A digger driver owed $6 million by his local council after an epic 18-year fight for justice has asked the High Court to sell the local authority’s offices after it missed a critical deadline for paying the court-ordered sum.
Jimmy Daisley, 69, told the Herald on Sunday he and the Whangārei District Council signed an agreement in mid-December to pay him some of the $6m awarded by the High Court.
The balance - a significantly larger chunk - was to be paid into his lawyer’s trust account, where it was to be held until after the appeal later this year.
The council paid some of the cash directly to Daisley, but the balance never appeared.
Documents show a charging order was filed with the High Court at Whangārei on October 12 and stated: “The Court orders that your estate, right, title or interest in possession … [in] 7 Rust Avenue is charged with the payment of the amount for which the entitled party, Malcolm James Daisley, has obtained judgment”.
Daisley explained: “The deal was, I take the charging order off if they pay the money. They paid a portion of what’s owed. They reneged on the payment, so the charging order stayed.”
Daisley - who has previously described the council as “absolute low-life mongrel bastards” - said his lawyers had now asked the High Court to act on the charging order and to sell the council headquarters.
The 2.4-hectare site includes the city’s library, the Forum North entertainment facilities and the council offices. Council records show theland and buildings have a value of $20m.
Daisley said: “They can stop the sale tomorrow by paying the money into a trust account. [The charging order] only comes off when they pay the full amount.”
The order breaks down the debt of $6,184,555.70 into the $4.23m the council was ordered to pay, plus $2m of costs and interest.
The cost of getting the charging order added to the bill increased the council’s debt by $917 - roughly the amount Daisley reckons the debt grows through interest with every day it is not paid.
Daisley’s lawyer Don MacRae said that in his view, the council needed to “come to the table” to prevent the sale of its building.
“Under the agreement, they were to pay before Christmas, and they haven’t done that.”
Council chief executive Simon Weston said ongoing legal proceedings made it difficult to comment in detail, although it wanted to “explain complicated aspects of the situation”.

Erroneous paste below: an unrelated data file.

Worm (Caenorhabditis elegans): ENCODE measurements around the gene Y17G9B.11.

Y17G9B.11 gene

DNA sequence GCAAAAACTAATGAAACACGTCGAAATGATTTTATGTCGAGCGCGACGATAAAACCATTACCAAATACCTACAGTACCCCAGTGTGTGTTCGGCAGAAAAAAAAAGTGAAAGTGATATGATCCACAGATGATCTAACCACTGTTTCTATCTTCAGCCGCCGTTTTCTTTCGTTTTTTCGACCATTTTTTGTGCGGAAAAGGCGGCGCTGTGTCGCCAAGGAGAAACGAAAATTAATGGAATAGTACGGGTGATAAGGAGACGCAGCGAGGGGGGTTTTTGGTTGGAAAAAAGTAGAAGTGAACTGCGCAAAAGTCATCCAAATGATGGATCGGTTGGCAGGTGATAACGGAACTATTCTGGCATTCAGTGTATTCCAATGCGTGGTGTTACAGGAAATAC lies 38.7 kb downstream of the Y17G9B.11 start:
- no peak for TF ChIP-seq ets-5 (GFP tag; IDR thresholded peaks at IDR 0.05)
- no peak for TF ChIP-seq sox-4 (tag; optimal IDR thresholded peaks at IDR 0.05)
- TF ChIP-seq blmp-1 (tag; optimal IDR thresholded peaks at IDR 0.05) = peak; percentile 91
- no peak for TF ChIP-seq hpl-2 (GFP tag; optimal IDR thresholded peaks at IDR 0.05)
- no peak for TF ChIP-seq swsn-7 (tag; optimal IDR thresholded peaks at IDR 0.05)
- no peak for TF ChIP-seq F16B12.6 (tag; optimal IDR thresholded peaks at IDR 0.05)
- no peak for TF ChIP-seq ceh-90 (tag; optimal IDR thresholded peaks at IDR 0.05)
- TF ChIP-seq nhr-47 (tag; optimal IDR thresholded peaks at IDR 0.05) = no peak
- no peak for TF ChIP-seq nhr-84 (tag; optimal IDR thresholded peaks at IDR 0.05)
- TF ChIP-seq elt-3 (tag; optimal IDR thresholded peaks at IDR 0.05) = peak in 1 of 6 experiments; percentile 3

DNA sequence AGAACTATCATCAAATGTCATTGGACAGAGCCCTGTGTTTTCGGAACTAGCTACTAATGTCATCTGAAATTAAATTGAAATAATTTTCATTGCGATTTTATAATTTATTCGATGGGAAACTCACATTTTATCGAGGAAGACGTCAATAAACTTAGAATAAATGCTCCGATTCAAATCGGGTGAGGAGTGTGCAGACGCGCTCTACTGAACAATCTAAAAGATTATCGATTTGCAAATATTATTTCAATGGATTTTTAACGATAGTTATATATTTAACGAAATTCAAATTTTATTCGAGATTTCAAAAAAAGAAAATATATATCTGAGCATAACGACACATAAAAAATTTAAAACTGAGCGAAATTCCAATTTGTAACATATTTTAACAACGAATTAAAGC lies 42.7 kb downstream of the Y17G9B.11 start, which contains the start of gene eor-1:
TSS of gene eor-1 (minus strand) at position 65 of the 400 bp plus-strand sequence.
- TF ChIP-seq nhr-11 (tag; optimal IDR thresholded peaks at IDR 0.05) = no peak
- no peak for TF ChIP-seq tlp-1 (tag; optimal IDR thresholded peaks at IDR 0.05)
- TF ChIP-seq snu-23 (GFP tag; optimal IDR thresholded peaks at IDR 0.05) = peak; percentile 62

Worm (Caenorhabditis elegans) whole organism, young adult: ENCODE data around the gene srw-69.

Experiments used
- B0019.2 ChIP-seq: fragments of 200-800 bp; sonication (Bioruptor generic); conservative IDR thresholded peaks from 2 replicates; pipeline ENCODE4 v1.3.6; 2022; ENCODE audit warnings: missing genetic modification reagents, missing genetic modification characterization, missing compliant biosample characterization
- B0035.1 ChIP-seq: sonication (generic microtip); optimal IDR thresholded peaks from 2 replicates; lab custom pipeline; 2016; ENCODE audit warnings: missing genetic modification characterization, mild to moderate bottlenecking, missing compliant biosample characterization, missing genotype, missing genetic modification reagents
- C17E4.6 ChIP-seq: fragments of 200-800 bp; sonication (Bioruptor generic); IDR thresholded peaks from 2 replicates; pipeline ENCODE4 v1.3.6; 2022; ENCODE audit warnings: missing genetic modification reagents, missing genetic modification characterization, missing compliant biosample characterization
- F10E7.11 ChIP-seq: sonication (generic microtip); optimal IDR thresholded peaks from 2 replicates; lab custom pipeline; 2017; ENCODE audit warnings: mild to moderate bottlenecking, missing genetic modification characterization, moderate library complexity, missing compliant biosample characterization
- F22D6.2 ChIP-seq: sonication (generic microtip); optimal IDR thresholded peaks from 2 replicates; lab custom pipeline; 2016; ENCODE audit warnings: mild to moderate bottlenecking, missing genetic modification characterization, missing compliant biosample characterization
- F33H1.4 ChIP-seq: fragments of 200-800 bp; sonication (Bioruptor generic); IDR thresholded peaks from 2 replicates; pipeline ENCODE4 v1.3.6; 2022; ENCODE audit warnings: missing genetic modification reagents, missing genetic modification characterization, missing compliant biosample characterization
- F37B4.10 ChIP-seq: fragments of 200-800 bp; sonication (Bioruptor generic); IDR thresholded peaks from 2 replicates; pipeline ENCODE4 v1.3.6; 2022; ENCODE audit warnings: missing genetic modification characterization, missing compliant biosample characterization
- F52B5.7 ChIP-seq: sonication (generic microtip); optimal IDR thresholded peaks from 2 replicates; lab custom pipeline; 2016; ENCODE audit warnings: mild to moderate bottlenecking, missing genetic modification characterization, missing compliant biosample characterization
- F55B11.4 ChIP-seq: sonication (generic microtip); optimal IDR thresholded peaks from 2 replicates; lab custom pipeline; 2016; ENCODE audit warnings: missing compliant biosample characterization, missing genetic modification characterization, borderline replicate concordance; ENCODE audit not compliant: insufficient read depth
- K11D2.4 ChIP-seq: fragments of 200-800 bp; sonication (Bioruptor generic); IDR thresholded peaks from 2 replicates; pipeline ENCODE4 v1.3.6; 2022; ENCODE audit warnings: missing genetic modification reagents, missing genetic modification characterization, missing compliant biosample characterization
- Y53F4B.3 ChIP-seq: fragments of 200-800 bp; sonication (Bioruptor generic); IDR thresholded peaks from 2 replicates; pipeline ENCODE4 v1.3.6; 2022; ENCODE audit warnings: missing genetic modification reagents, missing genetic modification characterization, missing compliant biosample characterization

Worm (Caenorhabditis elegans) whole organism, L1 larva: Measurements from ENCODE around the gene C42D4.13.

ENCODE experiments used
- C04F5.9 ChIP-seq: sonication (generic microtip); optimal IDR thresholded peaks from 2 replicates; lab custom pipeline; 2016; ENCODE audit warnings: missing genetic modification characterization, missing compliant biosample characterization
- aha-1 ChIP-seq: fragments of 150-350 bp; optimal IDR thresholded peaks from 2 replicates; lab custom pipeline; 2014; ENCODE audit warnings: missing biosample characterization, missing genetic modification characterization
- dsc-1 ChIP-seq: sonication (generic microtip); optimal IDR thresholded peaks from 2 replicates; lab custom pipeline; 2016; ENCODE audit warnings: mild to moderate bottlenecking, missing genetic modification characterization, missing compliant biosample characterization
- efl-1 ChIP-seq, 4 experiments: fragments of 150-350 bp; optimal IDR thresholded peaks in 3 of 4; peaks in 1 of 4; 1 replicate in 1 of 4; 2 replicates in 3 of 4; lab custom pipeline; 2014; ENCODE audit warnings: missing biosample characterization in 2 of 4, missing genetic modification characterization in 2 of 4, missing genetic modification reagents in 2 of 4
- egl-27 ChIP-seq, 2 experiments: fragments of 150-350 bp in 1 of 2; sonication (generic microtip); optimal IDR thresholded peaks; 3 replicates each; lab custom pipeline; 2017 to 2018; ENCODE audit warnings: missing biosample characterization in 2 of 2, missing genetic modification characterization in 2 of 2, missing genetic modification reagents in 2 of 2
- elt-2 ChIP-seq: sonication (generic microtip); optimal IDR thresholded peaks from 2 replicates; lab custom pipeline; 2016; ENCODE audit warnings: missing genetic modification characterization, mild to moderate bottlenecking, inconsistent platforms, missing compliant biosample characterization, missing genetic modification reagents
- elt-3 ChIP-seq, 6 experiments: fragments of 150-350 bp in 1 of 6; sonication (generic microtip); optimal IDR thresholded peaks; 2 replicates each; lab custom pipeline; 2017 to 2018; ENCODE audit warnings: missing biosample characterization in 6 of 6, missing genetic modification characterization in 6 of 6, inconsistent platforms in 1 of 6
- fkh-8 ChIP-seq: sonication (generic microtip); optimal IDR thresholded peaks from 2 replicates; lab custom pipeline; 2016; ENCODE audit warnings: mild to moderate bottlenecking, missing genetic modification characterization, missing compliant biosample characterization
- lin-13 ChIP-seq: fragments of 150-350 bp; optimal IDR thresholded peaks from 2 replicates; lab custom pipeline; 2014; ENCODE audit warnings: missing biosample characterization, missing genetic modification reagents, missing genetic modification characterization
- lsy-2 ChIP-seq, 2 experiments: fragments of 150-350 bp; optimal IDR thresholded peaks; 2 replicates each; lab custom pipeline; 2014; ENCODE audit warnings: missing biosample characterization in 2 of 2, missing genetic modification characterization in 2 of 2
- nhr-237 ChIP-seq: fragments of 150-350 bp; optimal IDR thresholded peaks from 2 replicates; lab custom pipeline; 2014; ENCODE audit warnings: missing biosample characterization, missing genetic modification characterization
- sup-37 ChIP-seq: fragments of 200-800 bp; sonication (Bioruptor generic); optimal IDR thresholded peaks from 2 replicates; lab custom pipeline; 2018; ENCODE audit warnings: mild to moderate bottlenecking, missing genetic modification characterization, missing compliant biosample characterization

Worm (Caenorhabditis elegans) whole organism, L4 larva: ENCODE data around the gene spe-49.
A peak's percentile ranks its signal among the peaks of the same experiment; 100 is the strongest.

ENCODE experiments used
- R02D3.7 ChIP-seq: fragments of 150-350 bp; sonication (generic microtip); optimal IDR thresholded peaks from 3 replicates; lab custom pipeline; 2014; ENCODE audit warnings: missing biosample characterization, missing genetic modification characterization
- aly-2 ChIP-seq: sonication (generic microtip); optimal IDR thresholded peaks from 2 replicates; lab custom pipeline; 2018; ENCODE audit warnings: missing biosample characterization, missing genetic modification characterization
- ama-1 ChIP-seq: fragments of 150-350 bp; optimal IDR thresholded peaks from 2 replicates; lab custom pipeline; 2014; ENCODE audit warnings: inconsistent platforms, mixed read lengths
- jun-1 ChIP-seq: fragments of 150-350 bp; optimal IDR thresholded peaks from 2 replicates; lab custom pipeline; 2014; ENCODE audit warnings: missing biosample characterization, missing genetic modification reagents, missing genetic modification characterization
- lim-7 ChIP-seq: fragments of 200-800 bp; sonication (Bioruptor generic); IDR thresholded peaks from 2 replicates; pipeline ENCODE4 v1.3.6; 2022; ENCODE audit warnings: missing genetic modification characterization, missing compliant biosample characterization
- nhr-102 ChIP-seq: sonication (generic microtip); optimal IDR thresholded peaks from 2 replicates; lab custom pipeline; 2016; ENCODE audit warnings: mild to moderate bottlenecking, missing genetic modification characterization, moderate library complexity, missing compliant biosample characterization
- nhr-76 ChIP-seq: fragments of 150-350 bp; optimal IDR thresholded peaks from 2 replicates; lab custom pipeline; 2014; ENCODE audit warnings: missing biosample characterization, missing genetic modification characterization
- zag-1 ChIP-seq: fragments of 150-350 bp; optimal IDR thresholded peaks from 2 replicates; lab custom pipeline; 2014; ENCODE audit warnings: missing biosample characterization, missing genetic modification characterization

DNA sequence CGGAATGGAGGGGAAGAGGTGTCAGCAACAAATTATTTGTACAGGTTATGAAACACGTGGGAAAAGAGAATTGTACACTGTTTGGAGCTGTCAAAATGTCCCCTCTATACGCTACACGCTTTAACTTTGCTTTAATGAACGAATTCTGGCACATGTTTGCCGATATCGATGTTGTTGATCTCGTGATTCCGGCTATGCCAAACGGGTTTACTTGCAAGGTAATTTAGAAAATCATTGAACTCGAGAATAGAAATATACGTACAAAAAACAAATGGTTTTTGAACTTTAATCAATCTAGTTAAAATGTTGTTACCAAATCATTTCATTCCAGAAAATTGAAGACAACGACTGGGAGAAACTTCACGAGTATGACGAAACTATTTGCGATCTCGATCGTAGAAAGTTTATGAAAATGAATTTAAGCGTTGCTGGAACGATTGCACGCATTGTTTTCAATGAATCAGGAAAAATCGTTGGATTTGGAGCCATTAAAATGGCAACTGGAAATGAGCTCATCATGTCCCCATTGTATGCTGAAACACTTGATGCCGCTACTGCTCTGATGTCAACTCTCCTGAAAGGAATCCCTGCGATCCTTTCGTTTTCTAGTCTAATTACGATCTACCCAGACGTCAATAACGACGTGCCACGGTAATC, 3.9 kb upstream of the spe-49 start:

“In October 2022, Mr Daisley registered a charging order over Forum North to secure the debt owing to him under the High Court judgment that is under appeal.
“In December, a part-payment was made to Mr Daisley, and negotiations are taking place over the balance of the judgment sum.”
Daisley and the council’s dispute goes back to 2004, when he bought a property in rural Northland on which there was a working quarry that had been mined for decades.
Early the next year, Daisley was hit with an order from the council to stop quarrying without a resource consent - an order that was followed by other abatement notices, rejection of his application for a resource consent and then, in 2009, enforcement proceedings in the Environment Court.
His inability to work the quarry and deal with enforcement action led to financial difficulties, forcing him to sell the land.
Then, in 2009, a lawyer hired to defend the enforcement action visited the council offices and carried out an archive search of the property record, revealing a consent from the 1980s that was still valid and did not limit what could be taken from the quarry.
Justice Kit Toogood KC, who heard the case, found that every time Daisley asked the council about “the existence of a resource consent, the council denied that a resource consent existed and insisted that Mr Daisley’s quarrying was unlawful”.
Daisley told the Herald the discovery didn’t end his problems - in May 2011, the new owner was granted permission to mine the quarry, even though the council persisted with its enforcement action against him until July 2011.
Toogood found in Daisley’s favour and ruled that the council was “guilty of misfeasance in public office through recklessly misinforming Mr Daisley and others about the existence of the consent and in failing to take steps to make amends after the consent was found”.